Secondary Audience. Don’t get me wrong, I enjoyed many—if not most-- of the short stories in Christmas At the Mysterious Bookstore, edited by Otto Penzler. I loved "The Lesson of the Season" by Thomas H. Cook because it spoke to my experience as a book—sometimes mystery—reader. I especially enjoyed "The Killer Christian" by Andrew Klavan and "I Saw Mommy Killing Santa Claus" by Ed McBain; both included endings that were emotionally touching. But I could not relate as much as I would have liked to many of the stories because I was not the primary audience: a mystery bibliophile, a New Yorker, a serious mystery reader, or, especially, one of The Mysterious Bookstore patrons. I, on the other hand, occasionally read quirky mystery novels to forget my troubles for a few hours and have never even been to New York, though I have worked at a bookstore.
A brief history. “Each year, for the past 17 years, Otto Penzler [Owner of The Mysterious Bookstore] has commissioned an original story set during the Christmas season by a leading mystery writer, with some of the action taking place in The Mysterious Bookshop in New York City. These stories were then produced as pamphlets, 1,000 copies, and given to customers of the book store as a Christmas present.” The book contains those short stories. This venerable store sells mysteries of all kinds and features rare and collectible hard backs.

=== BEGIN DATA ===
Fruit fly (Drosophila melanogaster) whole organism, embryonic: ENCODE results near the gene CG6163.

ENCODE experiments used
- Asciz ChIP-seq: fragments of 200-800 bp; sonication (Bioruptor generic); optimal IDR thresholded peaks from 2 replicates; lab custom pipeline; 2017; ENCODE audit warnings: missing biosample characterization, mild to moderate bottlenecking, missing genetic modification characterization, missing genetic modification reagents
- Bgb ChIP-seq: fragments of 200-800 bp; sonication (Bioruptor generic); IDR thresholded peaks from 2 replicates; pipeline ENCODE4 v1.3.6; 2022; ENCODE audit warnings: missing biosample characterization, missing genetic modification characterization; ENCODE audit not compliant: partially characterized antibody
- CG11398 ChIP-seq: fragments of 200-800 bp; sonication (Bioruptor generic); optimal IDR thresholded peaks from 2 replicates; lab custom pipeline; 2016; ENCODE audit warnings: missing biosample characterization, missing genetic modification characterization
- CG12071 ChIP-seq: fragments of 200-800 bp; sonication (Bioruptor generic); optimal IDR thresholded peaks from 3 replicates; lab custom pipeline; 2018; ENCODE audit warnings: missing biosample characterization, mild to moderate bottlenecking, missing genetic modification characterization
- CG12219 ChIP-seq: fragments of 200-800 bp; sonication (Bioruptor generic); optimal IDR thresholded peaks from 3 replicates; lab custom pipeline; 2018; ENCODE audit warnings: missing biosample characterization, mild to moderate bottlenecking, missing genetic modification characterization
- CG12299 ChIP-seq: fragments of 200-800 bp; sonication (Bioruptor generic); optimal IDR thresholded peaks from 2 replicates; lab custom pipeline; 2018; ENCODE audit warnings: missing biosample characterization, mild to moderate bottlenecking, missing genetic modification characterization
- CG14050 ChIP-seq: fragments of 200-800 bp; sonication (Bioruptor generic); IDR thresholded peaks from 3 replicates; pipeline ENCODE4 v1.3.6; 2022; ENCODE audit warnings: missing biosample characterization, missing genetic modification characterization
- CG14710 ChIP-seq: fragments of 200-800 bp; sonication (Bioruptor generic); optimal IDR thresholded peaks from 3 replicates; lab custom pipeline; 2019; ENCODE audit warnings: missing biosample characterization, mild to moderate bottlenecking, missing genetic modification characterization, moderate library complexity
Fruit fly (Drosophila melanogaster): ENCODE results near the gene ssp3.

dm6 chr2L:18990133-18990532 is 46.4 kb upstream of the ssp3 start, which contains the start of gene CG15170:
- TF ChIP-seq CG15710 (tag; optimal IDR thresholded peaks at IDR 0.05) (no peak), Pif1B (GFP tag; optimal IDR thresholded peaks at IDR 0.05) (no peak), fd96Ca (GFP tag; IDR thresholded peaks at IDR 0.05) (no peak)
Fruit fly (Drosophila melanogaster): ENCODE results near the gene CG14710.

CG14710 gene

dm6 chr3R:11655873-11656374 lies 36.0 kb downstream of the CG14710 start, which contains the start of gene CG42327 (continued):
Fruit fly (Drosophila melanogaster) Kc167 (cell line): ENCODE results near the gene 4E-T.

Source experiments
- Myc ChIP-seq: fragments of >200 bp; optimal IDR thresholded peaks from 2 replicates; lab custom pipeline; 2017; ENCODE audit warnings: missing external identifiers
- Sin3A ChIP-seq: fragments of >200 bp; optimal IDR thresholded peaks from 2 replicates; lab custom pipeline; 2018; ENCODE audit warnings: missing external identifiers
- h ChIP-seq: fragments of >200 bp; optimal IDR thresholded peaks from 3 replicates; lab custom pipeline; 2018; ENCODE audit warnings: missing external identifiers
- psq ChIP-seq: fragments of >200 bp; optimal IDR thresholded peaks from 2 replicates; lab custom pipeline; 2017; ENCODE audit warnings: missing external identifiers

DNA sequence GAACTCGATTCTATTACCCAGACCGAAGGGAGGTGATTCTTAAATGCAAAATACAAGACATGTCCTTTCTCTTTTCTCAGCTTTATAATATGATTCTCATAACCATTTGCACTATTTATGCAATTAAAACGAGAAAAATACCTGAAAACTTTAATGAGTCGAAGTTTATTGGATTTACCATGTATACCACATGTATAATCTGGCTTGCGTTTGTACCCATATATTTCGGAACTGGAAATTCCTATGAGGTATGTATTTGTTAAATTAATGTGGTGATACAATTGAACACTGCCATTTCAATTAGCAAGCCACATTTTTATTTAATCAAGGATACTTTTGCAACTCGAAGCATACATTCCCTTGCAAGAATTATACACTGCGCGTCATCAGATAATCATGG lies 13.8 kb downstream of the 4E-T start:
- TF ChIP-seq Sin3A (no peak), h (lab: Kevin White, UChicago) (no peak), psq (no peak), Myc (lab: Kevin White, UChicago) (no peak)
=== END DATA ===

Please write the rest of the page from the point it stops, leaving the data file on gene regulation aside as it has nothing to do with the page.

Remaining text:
While I am glad I read the book, I missed many of the allusions to famous mystery writers and the Mysterious Bookstore, and I occasionally felt like a dilettante. (This happened more with the stories written in the earlier years.) My guess is that the more the reader relates to the original audience of the short stories, the greater their enjoyment of the book will be.